I come from a long line of “watermen” who’ve fished the Chesapeake Bay for crabs, rockfish and oysters. So about a decade ago, I started a Facebook group called Brackish Life simply to celebrate the culture and lifestyle of our region.
I was working full-time in water treatment and HVAC systems sales at the time. Little did I realize the business opportunity that my social media community could help reel in for me.
In 2016, a local store owner who’d seen the Facebook group asked if I had a logo because she wanted to sell “Brackish Life” shirts in her shop. I didn’t—but I created one that night. In the first weekend, we sold 20 of our sun-protection shirts in her shop.
Hooking an opportunity
It wasn’t until the winter of 2017, though, that I really saw the opportunity for what it was. I loaded up my pickup truck with Brackish Life shirts and hats and sold them at two weekend trade shows in Maryland that cater to recreational fishermen and charter boat captains. I sold 150 shirts the first weekend and 200 the next.
I was blown away. I wouldn’t have plunged into business ownership had those first trade shows not gone so well. The customers at the shows recognized it as a brand that would resonate with the people of our region, and I realized I had something that could one day be my legacy.
However, while selling hats and t-shirts was a nice source of side income, I needed to build it into a viable business before I could quit my day job. My wife Meagan and I had three young sons, so I wasn’t in a position to focus solely on my new venture. It meant working long hours to focus on both growing our sales and figuring out our business strategy.
I started by selling at fishing shows and festivals, but people kept asking me where else they could buy my gear. That question led to a wholesale opportunity that I hadn’t foreseen, and today we sell Brackish Life in 30 stores across the region.
Taking the dive
In mid-2019, with my wife’s encouragement, I finally quit my job to concentrate fully on Brackish Life. I took out small business loans—first $50,000 and then another $20,000—through the PayPal LoanBuilder program to purchase printers and a hat press so that I could create my own products. I moved into a 400-square-foot space in a small industrial park with a tiny retail shop.
My mother began working with me—managing the books, handling some of the graphic design and basically keeping me organized.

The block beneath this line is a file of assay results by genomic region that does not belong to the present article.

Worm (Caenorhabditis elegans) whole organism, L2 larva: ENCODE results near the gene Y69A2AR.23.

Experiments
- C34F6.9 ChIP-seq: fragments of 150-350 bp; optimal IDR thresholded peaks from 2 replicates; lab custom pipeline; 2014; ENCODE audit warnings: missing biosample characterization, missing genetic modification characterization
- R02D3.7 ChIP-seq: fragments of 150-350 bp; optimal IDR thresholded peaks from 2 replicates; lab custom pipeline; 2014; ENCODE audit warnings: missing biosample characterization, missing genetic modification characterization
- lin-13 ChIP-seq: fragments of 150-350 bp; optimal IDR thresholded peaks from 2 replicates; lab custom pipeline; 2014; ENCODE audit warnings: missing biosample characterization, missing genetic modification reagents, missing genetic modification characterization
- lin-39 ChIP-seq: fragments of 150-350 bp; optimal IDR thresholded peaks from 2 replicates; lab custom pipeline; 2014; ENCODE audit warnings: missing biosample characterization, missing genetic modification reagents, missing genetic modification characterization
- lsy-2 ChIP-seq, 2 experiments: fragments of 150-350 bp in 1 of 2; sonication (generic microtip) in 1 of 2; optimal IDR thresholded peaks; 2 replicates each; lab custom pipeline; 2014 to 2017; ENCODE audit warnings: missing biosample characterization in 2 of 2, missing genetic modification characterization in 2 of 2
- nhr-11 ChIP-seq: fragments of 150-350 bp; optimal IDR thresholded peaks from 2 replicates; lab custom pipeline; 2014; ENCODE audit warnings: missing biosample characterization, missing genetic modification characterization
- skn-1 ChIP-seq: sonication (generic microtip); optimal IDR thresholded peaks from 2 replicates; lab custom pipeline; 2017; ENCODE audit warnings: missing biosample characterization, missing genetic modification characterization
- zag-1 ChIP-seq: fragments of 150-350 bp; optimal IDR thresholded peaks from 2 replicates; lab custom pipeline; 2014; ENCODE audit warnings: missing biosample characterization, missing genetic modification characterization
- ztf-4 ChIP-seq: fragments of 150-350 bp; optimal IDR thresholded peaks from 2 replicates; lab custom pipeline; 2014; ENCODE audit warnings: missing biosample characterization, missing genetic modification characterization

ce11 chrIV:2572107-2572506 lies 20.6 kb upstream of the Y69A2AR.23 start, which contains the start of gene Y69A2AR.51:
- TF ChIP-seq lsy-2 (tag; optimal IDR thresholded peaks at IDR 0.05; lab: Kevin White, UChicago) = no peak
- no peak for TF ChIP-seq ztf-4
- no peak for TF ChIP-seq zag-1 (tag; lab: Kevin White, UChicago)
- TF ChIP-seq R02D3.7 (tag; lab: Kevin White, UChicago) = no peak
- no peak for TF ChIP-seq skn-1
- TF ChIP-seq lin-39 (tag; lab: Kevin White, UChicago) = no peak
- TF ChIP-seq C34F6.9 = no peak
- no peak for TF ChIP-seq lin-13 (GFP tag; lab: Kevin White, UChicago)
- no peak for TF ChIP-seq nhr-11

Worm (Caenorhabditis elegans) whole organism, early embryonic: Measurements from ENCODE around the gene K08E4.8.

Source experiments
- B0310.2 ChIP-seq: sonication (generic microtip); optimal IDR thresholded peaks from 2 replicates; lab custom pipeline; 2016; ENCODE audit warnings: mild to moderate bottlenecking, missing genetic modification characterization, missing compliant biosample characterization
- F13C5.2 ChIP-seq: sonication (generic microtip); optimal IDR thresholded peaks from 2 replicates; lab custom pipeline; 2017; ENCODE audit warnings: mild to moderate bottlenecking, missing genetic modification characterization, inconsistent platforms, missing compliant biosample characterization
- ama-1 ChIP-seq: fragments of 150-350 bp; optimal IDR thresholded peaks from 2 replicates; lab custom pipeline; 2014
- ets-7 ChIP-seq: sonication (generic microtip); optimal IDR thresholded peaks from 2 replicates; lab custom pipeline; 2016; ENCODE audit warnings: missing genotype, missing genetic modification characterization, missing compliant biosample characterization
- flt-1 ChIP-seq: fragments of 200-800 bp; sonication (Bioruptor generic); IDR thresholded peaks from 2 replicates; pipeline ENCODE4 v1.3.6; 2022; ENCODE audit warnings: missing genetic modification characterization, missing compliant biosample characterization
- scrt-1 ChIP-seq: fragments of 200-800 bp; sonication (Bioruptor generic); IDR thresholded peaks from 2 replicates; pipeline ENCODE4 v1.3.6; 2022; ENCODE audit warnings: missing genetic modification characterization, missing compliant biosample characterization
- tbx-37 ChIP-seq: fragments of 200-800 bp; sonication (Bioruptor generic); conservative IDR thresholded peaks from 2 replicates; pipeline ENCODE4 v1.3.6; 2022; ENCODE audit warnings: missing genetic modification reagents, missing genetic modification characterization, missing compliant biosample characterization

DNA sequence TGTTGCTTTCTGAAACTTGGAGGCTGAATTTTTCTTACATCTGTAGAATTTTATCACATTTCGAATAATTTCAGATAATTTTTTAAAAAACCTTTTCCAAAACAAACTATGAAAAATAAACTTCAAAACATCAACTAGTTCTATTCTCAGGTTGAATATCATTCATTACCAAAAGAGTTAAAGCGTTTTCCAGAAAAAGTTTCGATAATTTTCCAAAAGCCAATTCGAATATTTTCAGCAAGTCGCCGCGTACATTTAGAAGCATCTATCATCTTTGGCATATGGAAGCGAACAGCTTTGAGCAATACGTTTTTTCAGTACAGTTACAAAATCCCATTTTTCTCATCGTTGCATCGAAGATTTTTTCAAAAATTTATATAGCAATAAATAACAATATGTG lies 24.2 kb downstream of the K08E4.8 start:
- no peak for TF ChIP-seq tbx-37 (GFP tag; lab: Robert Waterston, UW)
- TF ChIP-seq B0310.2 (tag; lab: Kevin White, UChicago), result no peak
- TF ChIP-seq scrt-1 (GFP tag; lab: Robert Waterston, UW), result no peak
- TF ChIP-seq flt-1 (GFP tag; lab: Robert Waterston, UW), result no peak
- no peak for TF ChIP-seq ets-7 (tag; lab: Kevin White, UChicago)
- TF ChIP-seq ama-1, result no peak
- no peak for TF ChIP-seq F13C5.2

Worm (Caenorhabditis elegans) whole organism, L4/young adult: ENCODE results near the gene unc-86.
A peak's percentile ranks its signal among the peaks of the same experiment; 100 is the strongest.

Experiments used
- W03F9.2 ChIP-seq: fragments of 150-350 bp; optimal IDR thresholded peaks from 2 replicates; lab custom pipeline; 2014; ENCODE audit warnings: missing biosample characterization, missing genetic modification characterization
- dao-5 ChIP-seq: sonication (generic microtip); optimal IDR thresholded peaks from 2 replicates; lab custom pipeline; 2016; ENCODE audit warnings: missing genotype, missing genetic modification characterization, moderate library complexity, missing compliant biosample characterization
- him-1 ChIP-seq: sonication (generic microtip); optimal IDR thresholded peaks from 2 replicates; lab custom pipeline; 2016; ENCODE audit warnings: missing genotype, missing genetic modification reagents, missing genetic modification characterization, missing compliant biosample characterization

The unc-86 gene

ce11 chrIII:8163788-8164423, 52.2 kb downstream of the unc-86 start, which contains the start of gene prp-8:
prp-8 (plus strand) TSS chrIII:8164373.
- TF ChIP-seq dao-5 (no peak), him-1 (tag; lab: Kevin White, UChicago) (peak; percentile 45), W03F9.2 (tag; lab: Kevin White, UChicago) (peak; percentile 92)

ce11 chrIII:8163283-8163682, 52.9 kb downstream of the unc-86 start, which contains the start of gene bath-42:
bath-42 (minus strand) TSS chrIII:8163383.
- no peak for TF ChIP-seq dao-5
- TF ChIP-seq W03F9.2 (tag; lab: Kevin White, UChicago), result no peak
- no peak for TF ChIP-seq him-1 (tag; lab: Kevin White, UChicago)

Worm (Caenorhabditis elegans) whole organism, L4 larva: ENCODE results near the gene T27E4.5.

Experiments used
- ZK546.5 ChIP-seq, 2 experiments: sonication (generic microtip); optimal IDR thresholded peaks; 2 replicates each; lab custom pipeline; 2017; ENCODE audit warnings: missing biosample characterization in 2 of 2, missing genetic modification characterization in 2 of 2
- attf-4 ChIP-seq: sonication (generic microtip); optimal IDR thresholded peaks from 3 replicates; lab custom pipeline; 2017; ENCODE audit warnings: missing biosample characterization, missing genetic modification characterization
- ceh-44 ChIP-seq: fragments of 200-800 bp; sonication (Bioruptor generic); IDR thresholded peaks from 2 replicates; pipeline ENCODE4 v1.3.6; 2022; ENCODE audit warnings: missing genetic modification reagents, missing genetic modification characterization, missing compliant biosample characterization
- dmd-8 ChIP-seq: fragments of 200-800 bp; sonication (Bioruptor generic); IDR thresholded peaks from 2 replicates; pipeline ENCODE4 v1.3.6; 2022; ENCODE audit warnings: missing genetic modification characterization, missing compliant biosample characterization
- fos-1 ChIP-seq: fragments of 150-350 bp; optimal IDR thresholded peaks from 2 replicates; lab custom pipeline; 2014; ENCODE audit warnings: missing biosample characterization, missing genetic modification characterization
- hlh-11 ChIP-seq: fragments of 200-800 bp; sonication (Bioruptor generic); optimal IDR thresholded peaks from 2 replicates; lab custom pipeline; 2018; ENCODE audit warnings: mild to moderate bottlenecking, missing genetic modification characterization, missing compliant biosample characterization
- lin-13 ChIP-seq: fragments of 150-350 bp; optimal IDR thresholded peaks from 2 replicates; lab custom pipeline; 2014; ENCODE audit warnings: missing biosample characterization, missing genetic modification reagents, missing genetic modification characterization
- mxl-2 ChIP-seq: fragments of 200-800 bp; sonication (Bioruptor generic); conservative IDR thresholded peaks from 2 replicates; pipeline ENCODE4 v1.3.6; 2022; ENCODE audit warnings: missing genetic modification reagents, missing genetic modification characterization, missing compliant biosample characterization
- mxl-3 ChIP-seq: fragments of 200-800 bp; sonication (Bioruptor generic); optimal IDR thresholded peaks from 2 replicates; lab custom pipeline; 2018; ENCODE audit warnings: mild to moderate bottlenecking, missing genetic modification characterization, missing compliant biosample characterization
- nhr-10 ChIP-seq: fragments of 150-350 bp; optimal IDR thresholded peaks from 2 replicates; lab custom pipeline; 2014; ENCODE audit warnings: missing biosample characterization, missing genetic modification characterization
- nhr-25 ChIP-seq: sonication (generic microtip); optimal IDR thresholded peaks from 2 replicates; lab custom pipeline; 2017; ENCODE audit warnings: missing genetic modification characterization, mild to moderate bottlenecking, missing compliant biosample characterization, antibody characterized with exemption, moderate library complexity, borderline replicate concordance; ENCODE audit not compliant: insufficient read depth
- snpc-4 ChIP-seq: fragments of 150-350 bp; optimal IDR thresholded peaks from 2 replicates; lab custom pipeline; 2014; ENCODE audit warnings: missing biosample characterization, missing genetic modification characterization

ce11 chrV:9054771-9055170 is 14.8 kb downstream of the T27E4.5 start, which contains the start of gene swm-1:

After the pandemic lockdowns lifted in mid-2020, we saw particularly high growth as tourists flocked to Maryland’s Eastern Shore. Both the summers of 2020 and 2021 were huge for us. I had an outdoor pop-up store at a marina and bayfront bar a half-mile from my house. On the weekends, about 150 boats would usually dock at the marina each day—bringing in customers who sometimes bought from me six or eight times over the course of the season.
That success gave me the courage to open a store in late 2021, and in 2022, I hired a woman to manage it. At this point, my wife continues to do most of our family’s bill paying—as I don’t take a regular salary yet. I’m funneling the revenue we generate back into the business.
The next catch
Our revenues have grown significantly over the past few years. While we brought in $80,000 in 2019, that jumped to $300,000 in 2022. Heading into 2023, 50% of our sales are now wholesale, 30% in-person retail and 20% online. I trademarked our name and logo in 2019 and hope this year to expand the operation geographically through licensing fees.
Our brand awareness continues to grow, mostly through posts on Facebook and Instagram. We’ve also teamed up with two local baseball players at Salisbury University who have lived the brackish lifestyle and now serve as brand ambassadors for us.
I see Brackish Life as more than just a t-shirt company—and I’m focused on expanding it into a full lifestyle brand that honors the Bay and all the people who work and play on it. I’m so thankful that the community I love and grew up in has given me this opportunity to make a living off a business that celebrates it.Print this article
Wonderful article!! The Poore's work very hard and are so generous. We love the family!